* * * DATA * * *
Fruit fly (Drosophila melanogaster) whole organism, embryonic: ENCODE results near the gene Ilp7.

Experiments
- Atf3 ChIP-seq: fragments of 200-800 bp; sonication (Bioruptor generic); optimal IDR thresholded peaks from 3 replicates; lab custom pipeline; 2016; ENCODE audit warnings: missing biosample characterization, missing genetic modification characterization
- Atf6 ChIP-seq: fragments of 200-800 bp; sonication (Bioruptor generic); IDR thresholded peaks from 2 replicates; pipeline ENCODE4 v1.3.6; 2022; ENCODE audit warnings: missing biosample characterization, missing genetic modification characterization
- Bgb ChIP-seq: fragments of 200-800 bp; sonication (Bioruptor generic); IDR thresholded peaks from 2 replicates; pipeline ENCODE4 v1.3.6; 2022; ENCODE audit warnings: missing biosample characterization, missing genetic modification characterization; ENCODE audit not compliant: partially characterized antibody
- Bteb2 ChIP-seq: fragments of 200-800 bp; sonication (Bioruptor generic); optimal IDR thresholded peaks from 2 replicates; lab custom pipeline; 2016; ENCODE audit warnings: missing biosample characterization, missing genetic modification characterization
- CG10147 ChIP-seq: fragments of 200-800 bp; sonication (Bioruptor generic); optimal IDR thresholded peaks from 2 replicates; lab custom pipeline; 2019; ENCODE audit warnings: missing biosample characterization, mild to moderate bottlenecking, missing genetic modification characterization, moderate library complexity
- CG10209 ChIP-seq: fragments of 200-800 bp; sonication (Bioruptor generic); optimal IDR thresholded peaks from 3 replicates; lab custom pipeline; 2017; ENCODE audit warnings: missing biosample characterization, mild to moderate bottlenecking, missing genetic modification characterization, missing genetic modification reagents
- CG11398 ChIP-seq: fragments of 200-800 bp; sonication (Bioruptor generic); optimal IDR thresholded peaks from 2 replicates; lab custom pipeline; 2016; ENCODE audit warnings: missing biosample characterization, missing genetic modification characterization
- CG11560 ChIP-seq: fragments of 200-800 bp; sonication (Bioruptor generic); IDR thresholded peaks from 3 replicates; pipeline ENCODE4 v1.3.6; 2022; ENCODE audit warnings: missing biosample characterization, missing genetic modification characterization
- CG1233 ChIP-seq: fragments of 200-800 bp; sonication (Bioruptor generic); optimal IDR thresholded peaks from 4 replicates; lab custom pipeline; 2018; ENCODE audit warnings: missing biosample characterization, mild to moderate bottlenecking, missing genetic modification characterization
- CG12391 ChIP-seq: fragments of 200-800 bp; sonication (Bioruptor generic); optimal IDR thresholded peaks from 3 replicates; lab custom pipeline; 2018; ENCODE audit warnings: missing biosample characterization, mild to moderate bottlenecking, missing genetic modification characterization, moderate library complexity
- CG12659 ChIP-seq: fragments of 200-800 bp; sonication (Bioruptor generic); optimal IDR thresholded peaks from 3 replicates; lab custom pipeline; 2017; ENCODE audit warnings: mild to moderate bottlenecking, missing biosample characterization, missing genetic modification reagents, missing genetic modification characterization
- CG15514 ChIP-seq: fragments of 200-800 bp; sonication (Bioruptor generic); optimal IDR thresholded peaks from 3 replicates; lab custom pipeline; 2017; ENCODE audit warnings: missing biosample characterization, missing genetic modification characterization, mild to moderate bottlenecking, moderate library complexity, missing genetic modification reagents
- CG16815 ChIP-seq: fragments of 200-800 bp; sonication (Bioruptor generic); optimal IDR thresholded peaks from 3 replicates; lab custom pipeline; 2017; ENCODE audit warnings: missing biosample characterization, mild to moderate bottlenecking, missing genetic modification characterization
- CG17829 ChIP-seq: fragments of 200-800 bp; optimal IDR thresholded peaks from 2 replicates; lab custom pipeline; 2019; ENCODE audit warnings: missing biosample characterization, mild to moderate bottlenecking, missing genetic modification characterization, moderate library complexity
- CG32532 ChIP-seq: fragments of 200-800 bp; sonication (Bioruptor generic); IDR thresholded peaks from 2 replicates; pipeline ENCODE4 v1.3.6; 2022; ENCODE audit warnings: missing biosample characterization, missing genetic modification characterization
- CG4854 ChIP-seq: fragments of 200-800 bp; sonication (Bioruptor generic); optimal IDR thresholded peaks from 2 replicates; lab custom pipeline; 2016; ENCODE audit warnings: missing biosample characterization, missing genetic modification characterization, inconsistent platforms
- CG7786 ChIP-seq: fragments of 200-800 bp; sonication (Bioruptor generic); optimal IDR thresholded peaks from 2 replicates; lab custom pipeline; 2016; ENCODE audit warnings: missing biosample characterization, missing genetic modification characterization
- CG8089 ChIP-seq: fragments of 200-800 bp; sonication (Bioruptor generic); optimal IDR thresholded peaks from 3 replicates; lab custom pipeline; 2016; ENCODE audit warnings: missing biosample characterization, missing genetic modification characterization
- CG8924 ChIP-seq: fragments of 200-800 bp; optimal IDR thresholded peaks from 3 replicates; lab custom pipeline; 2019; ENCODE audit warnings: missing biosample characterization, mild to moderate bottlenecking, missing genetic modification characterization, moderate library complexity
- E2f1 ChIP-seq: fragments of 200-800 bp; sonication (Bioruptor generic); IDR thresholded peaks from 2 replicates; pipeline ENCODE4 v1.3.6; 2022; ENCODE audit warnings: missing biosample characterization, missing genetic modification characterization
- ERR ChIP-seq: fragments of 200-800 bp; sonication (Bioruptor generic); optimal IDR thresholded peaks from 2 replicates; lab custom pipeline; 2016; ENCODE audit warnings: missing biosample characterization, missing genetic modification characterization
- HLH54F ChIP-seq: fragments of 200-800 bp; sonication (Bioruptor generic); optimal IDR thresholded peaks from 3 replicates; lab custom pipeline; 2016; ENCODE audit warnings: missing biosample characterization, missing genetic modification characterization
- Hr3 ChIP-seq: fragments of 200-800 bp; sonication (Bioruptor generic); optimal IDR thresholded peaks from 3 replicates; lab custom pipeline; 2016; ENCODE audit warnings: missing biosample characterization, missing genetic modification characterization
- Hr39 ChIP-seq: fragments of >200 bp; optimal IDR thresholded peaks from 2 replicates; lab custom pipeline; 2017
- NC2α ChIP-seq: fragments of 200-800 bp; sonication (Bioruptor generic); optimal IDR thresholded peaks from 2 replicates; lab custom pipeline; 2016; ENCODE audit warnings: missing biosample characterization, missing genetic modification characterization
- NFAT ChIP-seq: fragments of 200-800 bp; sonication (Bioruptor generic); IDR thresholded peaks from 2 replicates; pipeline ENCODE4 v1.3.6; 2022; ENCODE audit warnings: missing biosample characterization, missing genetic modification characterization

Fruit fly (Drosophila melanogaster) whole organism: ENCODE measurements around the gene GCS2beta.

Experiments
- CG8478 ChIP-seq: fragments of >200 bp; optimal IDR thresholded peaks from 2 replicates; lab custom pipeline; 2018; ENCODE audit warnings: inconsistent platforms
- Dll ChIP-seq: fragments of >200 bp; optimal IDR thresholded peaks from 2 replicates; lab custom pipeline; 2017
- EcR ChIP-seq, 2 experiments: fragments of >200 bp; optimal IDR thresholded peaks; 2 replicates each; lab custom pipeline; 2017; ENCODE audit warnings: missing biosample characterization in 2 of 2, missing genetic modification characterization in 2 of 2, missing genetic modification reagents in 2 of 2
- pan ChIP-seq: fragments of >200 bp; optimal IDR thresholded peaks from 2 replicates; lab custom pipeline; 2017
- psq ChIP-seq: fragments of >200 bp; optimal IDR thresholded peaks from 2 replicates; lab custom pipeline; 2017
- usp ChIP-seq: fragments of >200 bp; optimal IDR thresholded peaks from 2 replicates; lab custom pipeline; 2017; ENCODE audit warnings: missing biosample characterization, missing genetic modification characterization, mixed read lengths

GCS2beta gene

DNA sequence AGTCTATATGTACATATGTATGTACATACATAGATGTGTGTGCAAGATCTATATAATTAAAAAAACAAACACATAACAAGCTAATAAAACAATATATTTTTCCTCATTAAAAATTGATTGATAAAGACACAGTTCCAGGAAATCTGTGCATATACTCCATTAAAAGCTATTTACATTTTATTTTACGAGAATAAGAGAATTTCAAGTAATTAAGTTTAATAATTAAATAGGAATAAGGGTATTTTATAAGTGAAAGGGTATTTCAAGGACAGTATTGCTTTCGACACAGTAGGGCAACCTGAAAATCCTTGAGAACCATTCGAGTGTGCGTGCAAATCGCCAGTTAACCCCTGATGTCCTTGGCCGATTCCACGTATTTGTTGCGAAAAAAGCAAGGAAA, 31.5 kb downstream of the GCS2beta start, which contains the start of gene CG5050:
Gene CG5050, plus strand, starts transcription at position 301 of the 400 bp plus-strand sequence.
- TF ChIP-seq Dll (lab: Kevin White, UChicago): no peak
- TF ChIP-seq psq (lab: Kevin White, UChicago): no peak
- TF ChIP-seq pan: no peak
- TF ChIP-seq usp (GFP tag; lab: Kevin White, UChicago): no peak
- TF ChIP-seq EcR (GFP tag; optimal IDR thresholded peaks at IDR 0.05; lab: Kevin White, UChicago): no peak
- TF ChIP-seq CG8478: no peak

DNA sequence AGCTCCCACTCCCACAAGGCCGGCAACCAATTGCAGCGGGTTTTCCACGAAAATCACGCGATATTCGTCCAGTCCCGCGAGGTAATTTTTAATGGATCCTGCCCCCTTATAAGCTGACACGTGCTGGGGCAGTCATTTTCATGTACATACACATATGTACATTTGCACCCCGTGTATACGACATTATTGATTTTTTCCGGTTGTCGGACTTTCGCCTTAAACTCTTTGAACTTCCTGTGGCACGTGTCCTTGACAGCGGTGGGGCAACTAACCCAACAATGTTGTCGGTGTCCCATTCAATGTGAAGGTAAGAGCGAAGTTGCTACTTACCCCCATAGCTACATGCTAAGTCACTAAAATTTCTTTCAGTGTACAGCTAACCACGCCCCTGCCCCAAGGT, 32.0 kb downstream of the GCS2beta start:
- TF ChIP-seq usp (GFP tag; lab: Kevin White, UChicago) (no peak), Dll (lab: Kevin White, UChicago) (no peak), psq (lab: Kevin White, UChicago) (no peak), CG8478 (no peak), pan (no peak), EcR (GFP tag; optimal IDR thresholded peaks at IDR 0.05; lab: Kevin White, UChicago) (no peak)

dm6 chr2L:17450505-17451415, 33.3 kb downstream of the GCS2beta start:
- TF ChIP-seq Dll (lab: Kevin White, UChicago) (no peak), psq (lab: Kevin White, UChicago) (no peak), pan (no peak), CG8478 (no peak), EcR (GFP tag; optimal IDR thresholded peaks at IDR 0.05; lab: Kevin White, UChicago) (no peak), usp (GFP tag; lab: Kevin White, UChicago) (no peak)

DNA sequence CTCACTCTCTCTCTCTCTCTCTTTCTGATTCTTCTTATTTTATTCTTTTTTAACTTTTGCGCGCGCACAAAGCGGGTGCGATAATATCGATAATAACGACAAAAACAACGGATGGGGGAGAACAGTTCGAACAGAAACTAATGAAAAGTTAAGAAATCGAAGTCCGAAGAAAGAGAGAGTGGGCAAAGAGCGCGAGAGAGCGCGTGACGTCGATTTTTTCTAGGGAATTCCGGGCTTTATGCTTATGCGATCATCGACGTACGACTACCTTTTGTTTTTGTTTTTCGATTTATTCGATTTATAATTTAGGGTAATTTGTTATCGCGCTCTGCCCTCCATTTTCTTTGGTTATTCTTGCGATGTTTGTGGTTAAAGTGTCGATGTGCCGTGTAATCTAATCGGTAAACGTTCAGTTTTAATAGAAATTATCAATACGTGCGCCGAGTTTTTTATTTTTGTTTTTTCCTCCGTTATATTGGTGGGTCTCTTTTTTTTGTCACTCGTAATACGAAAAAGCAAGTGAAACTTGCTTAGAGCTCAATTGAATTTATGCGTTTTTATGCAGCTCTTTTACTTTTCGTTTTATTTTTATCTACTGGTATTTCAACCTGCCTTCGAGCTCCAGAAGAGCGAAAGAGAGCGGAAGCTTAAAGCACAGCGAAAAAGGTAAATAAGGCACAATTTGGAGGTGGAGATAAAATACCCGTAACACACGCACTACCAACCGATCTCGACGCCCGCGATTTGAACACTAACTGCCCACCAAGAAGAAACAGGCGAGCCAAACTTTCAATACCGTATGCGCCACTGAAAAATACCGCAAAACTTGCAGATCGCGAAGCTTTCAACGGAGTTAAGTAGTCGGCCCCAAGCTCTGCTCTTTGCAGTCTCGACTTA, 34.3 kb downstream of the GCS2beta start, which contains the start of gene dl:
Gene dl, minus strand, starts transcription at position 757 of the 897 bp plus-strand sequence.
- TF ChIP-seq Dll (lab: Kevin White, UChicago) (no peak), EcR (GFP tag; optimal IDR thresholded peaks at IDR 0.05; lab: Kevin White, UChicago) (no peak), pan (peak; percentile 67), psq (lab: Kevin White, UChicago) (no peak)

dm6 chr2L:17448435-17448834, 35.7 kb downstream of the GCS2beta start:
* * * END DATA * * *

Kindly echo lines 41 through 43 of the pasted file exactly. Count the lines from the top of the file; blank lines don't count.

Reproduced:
- TF ChIP-seq psq (lab: Kevin White, UChicago): no peak
- TF ChIP-seq pan: no peak
- TF ChIP-seq usp (GFP tag; lab: Kevin White, UChicago): no peak